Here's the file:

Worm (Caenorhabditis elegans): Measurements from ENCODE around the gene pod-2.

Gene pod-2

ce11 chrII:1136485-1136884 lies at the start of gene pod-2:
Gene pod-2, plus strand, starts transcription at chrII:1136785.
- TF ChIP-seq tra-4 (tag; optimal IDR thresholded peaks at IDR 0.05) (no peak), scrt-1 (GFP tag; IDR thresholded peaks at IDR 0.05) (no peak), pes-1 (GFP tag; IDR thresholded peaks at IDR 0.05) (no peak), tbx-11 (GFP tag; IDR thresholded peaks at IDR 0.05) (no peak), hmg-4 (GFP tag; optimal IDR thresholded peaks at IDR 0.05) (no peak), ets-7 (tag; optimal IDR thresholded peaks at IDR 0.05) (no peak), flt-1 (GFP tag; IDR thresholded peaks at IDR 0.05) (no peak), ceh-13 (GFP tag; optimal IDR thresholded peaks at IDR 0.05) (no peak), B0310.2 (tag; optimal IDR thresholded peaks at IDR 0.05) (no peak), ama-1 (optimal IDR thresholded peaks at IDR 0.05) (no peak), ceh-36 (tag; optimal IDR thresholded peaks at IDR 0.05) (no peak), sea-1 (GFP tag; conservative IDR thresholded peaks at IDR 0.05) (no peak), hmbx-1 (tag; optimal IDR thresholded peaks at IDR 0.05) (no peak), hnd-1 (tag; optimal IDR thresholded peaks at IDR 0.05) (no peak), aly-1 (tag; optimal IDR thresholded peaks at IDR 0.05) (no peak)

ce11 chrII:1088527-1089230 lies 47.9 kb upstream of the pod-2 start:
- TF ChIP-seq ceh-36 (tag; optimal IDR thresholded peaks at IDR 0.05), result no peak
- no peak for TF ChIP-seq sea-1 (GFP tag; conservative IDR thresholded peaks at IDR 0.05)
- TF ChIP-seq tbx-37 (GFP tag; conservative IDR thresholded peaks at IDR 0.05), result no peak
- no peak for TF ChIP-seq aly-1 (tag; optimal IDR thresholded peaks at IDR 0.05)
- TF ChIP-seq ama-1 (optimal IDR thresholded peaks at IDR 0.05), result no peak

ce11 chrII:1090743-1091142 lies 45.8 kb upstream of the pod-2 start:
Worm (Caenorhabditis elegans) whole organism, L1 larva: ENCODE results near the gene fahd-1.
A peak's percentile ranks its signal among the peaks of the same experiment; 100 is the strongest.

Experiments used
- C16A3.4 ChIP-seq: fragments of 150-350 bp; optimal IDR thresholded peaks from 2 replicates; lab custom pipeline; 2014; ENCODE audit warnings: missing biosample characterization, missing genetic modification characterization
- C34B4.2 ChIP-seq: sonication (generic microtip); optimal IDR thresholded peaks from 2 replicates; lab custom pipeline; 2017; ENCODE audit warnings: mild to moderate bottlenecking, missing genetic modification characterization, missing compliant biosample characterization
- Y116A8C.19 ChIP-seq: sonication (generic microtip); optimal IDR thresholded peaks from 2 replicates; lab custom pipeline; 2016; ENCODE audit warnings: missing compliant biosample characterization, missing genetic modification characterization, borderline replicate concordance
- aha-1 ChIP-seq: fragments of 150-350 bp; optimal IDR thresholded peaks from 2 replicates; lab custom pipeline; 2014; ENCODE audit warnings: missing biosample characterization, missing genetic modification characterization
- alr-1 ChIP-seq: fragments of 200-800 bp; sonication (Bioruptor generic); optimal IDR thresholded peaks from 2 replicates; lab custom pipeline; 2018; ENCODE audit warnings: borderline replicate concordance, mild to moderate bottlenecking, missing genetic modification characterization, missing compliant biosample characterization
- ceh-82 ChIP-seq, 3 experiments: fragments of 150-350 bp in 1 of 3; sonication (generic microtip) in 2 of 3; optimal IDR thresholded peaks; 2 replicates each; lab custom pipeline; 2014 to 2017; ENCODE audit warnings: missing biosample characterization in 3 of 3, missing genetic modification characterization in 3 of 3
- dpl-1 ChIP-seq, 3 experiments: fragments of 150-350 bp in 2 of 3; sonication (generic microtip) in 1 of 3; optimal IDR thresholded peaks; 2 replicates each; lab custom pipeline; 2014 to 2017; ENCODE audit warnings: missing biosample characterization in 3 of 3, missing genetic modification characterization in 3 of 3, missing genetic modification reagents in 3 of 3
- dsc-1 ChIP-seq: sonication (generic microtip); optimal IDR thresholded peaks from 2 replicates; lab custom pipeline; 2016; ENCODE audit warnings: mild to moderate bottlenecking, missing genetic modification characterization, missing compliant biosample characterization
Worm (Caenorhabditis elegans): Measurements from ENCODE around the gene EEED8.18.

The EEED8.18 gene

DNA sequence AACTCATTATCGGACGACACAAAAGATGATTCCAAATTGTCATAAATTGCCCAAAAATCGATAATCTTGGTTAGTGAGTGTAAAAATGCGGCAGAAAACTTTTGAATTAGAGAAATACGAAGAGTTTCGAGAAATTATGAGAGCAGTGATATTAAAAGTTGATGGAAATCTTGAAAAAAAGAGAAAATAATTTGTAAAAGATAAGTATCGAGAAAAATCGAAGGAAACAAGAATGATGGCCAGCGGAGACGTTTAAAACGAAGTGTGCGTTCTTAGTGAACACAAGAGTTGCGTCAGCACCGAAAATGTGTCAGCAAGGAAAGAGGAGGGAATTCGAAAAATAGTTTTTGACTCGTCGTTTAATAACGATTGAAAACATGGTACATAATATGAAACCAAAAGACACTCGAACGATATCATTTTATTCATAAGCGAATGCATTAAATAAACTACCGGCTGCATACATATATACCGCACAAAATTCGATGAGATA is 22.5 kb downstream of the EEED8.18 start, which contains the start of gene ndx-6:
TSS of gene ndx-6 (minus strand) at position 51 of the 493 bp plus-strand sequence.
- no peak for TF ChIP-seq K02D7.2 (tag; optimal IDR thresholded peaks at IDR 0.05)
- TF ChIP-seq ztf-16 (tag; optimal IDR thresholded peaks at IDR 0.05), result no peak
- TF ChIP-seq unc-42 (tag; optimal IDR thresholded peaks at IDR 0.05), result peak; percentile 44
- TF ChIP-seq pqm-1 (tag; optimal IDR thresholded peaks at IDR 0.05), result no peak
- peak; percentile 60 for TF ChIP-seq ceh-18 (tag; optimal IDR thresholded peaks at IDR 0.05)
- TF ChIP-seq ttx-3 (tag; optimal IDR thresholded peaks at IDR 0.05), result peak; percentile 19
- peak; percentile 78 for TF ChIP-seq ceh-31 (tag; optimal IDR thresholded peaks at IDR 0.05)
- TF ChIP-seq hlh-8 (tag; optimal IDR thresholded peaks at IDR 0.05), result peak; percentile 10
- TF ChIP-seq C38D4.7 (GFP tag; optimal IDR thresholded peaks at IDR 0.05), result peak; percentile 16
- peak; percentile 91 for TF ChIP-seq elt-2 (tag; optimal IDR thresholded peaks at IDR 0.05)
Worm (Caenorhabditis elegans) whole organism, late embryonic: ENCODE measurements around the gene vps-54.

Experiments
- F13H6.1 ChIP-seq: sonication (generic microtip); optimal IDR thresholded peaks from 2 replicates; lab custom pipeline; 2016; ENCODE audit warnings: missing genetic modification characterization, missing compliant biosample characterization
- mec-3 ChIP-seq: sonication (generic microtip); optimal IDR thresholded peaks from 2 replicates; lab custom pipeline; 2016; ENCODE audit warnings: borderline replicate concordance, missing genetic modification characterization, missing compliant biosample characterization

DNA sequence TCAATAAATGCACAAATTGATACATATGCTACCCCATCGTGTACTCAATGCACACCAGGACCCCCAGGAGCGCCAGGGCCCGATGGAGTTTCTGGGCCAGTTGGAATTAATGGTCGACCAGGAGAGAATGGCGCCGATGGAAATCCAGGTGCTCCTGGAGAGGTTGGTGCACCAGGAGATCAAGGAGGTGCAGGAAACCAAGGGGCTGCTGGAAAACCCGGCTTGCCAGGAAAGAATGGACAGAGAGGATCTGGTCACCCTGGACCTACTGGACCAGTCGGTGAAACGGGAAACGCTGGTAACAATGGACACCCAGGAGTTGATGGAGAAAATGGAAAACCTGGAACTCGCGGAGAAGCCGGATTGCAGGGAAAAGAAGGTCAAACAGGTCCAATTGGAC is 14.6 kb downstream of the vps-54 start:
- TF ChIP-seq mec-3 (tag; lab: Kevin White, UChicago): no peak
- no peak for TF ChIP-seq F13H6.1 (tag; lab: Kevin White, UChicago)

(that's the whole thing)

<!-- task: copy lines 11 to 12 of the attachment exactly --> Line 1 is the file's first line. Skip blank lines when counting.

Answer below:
- TF ChIP-seq ama-1 (optimal IDR thresholded peaks at IDR 0.05), result no peak

ce11 chrII:1090743-1091142 lies 45.8 kb upstream of the pod-2 start: